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What’s normally considered a basic requirement for UCF medical students has yielded recognition from the American Heart Association for four select students for their original research on cardiac disease.

The students were chosen from 120 people in their class to receive a $4,500 Health Sciences Fellowship Award after completing the required FIRE module.

The mandatory module, which stands for Focused Inquiry and Research Experience, aims to instill a spirit of inquiry among medical students by mandating students to two years of scientific research.

“It’s always incredible to receive recognition for efforts that you’re doing, and it’s exciting because research in this topic may not have happened without this grant money,” said recipient Jeffrey Fleming, who will be conducting research on the cardiac effects of ADHD medicine. “Speaking with physicians and friends that are on these medications, they have a lot of questions about some of the effects, but it’s really hard to find a definitive answer to those questions.

“It’s really exciting to do research that may have an impact on patient care in the future.”

Class of 2018 medical students Tiffany Chan, Trevor Getz and Priya Patel will also be honored with the fellowship grant, which has been made possible through the Greater Southeast Chapter of the American Heart Association, led by the College of Medicine’s associate dean of research, Dr. Sampath Parthasarathy.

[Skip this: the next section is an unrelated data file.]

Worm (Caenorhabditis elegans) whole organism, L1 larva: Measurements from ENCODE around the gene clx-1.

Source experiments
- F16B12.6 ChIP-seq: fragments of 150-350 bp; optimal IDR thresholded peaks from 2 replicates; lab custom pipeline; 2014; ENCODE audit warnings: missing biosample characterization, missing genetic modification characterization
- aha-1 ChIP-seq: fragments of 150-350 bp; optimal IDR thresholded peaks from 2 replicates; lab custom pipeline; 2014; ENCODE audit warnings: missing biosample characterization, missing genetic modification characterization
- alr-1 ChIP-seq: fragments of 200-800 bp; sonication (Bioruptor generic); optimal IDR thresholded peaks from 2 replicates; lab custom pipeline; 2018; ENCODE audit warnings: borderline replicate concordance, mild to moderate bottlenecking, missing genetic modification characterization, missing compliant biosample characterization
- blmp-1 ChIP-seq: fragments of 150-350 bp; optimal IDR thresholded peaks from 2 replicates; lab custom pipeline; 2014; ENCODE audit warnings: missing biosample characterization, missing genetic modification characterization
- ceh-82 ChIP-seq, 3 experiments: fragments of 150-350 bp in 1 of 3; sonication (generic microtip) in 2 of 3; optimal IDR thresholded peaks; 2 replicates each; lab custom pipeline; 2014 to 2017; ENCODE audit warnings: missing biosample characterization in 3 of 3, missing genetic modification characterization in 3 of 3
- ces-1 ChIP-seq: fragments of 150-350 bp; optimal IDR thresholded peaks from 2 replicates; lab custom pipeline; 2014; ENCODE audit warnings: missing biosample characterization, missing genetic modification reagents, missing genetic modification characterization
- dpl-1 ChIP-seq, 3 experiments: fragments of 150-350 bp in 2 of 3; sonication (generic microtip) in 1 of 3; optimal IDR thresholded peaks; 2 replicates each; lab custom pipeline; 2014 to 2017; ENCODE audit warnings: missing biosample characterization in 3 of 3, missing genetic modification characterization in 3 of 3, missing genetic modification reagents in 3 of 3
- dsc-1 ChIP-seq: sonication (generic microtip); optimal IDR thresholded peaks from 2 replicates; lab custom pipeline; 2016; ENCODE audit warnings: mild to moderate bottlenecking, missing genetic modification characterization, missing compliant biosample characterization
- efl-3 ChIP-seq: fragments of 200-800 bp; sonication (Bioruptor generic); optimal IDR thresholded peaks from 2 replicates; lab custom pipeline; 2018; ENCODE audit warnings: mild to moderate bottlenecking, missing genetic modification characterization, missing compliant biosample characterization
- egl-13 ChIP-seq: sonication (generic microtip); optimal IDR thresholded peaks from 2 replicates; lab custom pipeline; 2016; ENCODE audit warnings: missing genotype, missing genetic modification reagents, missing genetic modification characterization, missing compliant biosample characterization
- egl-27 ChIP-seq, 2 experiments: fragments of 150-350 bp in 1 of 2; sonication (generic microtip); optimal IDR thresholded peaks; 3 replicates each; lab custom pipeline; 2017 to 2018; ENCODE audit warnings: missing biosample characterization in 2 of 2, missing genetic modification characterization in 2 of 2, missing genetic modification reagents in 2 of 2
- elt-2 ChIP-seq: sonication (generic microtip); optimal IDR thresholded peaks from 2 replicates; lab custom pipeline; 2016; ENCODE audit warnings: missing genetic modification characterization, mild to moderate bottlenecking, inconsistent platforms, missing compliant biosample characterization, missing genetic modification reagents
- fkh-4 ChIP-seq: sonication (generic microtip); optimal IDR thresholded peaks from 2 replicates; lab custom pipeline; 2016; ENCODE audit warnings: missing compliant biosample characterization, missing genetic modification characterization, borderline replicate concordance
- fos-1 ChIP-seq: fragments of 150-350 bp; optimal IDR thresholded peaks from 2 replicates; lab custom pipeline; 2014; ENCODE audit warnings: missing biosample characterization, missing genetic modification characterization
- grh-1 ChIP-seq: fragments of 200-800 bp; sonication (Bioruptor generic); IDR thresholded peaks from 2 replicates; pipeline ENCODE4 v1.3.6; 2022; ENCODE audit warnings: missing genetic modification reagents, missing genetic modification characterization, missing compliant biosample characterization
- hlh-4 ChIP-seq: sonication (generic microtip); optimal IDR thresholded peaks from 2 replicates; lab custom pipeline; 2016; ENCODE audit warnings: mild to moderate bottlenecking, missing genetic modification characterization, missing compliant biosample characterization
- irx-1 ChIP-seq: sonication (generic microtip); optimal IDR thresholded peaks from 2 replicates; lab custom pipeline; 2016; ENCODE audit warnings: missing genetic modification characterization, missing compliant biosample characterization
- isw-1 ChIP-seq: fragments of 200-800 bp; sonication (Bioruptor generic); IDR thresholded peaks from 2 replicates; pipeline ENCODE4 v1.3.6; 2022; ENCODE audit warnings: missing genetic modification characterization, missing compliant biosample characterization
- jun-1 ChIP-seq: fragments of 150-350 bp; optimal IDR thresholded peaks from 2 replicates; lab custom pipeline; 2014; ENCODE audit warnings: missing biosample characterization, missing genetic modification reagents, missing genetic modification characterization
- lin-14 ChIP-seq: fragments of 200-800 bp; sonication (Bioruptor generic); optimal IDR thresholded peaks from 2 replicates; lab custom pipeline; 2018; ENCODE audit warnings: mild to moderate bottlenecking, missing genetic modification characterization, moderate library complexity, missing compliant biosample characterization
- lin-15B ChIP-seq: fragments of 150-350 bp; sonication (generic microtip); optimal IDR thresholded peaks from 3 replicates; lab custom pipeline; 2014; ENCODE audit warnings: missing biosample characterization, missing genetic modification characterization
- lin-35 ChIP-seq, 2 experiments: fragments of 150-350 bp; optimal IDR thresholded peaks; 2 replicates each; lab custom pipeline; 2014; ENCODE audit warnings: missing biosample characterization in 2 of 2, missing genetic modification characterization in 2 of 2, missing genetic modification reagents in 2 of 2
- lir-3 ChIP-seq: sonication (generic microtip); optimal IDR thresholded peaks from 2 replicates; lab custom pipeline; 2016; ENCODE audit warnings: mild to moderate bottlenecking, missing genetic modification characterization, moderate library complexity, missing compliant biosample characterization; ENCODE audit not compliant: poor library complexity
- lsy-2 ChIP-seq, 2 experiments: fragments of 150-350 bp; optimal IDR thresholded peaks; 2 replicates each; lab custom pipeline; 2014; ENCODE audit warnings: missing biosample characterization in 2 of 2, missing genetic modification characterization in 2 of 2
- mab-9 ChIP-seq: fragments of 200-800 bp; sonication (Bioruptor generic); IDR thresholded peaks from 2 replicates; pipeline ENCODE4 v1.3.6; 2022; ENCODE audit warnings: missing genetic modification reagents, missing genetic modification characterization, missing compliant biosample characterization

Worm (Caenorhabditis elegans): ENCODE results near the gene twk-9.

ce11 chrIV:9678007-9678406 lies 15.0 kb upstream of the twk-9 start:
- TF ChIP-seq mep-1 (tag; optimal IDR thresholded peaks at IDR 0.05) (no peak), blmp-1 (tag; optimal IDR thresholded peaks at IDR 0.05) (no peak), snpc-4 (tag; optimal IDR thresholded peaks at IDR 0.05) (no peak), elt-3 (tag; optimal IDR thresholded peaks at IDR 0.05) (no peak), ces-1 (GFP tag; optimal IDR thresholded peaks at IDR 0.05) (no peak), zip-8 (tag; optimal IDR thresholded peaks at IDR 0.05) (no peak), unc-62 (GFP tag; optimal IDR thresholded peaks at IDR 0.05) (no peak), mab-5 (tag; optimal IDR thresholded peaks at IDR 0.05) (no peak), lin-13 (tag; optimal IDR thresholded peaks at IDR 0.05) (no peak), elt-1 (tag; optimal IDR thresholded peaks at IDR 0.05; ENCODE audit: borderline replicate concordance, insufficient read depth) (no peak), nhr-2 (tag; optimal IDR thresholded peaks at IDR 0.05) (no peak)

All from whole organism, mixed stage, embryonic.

Each student has additionally been assigned a FIRE mentor, chosen from College of Medicine core faculty members and other community volunteers active in their field.

The mentors will help in providing guidance for designing and conducting successful studies to the recipients, a majority of whom have never conducted this type of research.

“We want to extend a special thank you to each of these student’s FIRE research mentors for their generous donation of time and support for these projects and the student’s overall education,” said Dr. Steven Ebert, a cardiac disease researcher who directs the FIRE module, in a press release.

Fleming said his direct mentor has impacted him by taking time to help him determine a research plan.

“As someone who’s never worked with human subjects before, there’s a lot of hurdles to clear to make sure that you are treating your subject appropriately,” Fleming said.

Fleming said Dr. Bernard Gros, her direct mentor who is a senior faculty member at the College of Medicine and a cardiologist at UCF Health, has taken a lot of time to meet with her and facilitate the equipment needed for her research design.

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Daniela Marin is the Entertainment Editor for the Central Florida Future.

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